At one time, Kenpo Karate was known as the Ed Parker system, as he trained a significant number of Kenpo instructors directly. However, it was Parker’s instructor, Professor William K. S. Chow, who is the modern founder of Kenpo Karate; this is the name he gave to his training system in 1949.
Most Popular Forms of American Kenpo
As is the case with any martial art form, there are a number of different Kenpo styles in use today, which will probably cause confusion among those looking to learn Kenpo for the first time. To alleviate this possible confusion, we explain the main forms of Kenpo below. It is important to note that some styles are called ‘Kempo’ instead of Kenpo, and the word is also pronounced differently in certain styles.
This system was developed by a student of another style (Kajukenbo) named Fred Villari. Shaolin Kempo Karate is closer to a Kung Fu style than other Kenpo styles and uses the five animal Chaun Fa techniques. This system also teaches Aikijujitsu and White Tiger China Na techniques. It is a popular system that is taught across North America.
The Mitose family was taught this system by monks in the 15th century. Kosho is a combination of Shaolin Chaun Fa, Jujutsu, Kyudo, and the Rinzai Zen philosophy, along with other techniques. The Mitose clan’s name for it was Kosho, which means “old pine tree,” so this form of Kenpo is sometimes called the “old pine tree style.”
This is one of the most popular of all Kenpo styles and is derived from Chinese Kenpo Karate. As we mentioned in the introduction, it was popularized by Ed Parker using the techniques he learned from William Chow. He cleverly took these techniques and broke them down into an easy-to-understand system. Since Parker’s innovations are said to make up the majority of the system, it was renamed American Kenpo Karate, and the style has been featured in movies such as “The Perfect Weapon.”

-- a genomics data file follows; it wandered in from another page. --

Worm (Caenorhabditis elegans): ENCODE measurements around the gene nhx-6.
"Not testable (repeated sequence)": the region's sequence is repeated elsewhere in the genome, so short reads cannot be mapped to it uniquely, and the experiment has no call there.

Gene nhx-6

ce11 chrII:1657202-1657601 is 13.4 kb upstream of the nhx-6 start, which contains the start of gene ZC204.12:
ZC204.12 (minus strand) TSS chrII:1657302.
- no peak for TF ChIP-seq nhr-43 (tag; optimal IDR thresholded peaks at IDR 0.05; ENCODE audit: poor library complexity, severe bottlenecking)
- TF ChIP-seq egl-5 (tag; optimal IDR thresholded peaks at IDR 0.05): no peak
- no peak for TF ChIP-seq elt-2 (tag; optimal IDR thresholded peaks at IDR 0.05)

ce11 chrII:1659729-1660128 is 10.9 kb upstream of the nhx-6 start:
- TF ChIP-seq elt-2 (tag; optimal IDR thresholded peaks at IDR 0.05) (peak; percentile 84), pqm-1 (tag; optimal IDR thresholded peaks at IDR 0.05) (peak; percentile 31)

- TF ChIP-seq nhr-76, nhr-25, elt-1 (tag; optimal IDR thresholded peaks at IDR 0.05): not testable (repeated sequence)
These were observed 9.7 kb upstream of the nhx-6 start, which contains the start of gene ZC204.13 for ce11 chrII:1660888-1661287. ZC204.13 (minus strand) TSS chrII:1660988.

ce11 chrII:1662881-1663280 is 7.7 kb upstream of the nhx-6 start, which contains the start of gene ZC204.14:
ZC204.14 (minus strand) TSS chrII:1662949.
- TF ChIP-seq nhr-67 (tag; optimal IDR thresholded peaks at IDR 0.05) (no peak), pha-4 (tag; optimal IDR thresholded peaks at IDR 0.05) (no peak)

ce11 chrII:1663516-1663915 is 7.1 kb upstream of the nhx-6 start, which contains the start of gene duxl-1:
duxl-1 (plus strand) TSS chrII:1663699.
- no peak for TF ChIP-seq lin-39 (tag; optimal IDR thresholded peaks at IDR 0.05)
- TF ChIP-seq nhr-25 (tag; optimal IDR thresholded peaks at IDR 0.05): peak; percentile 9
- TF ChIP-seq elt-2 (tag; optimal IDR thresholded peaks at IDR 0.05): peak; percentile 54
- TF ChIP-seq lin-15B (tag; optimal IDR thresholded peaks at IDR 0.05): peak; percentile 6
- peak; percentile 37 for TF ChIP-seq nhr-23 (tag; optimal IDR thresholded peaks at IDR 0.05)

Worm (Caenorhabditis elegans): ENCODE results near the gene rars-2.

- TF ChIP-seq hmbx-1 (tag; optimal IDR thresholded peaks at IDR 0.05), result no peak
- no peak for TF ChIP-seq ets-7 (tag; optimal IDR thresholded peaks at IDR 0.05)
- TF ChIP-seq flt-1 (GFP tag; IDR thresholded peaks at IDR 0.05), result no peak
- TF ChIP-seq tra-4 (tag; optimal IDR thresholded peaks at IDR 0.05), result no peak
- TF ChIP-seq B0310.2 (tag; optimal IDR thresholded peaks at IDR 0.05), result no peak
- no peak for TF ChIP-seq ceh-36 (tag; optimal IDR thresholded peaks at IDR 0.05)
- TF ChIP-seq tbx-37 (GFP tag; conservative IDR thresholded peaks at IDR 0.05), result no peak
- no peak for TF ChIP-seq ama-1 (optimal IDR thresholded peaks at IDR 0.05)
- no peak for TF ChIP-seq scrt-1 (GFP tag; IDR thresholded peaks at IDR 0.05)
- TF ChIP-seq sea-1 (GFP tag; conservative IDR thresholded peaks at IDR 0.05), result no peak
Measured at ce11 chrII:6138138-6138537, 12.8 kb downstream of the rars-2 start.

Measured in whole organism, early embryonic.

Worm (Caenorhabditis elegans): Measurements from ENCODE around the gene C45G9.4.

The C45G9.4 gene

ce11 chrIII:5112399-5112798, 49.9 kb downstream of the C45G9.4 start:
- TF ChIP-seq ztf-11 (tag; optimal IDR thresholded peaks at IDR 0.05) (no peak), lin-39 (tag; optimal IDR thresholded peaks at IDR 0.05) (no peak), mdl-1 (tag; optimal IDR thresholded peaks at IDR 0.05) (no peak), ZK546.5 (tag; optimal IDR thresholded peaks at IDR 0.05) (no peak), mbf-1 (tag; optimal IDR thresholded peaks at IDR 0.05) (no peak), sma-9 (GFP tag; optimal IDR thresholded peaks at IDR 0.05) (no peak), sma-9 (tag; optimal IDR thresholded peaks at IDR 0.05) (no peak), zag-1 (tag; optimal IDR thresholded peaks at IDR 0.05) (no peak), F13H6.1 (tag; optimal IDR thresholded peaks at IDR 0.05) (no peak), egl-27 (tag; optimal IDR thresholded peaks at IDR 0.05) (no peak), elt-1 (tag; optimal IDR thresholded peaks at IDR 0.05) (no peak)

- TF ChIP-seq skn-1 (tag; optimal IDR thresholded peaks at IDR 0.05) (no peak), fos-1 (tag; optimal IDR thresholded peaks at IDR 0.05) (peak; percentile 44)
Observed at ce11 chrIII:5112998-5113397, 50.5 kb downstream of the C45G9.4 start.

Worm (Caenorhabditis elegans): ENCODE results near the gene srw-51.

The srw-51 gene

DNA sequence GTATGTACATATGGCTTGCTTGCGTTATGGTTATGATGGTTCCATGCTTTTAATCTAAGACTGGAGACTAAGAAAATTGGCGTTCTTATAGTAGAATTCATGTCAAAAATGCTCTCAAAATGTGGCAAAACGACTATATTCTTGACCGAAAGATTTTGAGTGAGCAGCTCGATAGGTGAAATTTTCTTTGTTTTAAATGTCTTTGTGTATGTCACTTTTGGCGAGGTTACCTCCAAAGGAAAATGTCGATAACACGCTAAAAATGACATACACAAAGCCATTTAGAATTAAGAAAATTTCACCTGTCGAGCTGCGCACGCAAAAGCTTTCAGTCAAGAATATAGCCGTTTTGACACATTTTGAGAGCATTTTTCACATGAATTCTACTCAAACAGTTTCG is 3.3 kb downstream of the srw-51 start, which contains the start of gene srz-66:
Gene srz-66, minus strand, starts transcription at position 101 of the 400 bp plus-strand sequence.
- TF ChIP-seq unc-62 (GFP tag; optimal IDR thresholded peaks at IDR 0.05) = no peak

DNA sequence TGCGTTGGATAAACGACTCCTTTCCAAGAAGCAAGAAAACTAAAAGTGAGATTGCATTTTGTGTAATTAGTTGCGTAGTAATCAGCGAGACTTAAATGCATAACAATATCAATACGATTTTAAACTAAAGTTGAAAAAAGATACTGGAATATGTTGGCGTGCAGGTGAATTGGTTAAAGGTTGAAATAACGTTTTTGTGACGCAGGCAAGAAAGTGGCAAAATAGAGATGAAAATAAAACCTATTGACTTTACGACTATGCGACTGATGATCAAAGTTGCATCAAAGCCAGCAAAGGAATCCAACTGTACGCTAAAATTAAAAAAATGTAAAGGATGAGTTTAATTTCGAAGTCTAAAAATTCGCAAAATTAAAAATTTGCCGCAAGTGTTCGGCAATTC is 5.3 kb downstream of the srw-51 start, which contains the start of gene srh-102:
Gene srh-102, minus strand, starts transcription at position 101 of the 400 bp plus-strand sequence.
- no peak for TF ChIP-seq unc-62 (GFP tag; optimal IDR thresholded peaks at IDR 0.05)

Siju Adriano D. Emperado is credited with the foundation of Kajukenbo, which was created in the Hawaiian Palama settlements in the late 1940s. It was developed by five martial arts practitioners who created the style to complement the best aspects of all five styles, with the goal being to create a fighting system that was effective at all speeds and ranges. Emperado had extensive experience in Escrima and Kempo while Fred Villari ended up creating his own Kempo style.
Doshin So founded this style of Kempo in 1947 and elected to incorporate elements of Japanese Zen Buddhism into his techniques. It is widely regarded as being a religious and fighting form of Kempo, though there is a clear distinction between the technical side and the religious side of Shorinji Kempo. Branches of the style within Japan are called “doin” temples, whereas branches outside Japan are only recognized as “dojos.”
We hope this article has cleared up some of the confusion surrounding the Kenpo/Kempo styles in practice around the world, but feel free to contact us if you have any further questions.